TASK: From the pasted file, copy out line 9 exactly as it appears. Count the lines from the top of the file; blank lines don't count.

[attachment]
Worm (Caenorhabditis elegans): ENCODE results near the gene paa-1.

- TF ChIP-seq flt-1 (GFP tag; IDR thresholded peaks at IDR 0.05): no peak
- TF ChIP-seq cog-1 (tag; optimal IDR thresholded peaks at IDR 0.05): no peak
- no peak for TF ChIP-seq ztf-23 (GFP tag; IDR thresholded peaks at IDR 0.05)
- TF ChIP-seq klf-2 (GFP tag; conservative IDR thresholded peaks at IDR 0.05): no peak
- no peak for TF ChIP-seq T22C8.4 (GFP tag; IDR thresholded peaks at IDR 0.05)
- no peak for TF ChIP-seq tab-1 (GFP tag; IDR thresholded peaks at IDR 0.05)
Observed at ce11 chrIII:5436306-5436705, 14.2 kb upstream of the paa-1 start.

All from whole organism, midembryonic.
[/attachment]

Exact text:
All from whole organism, midembryonic.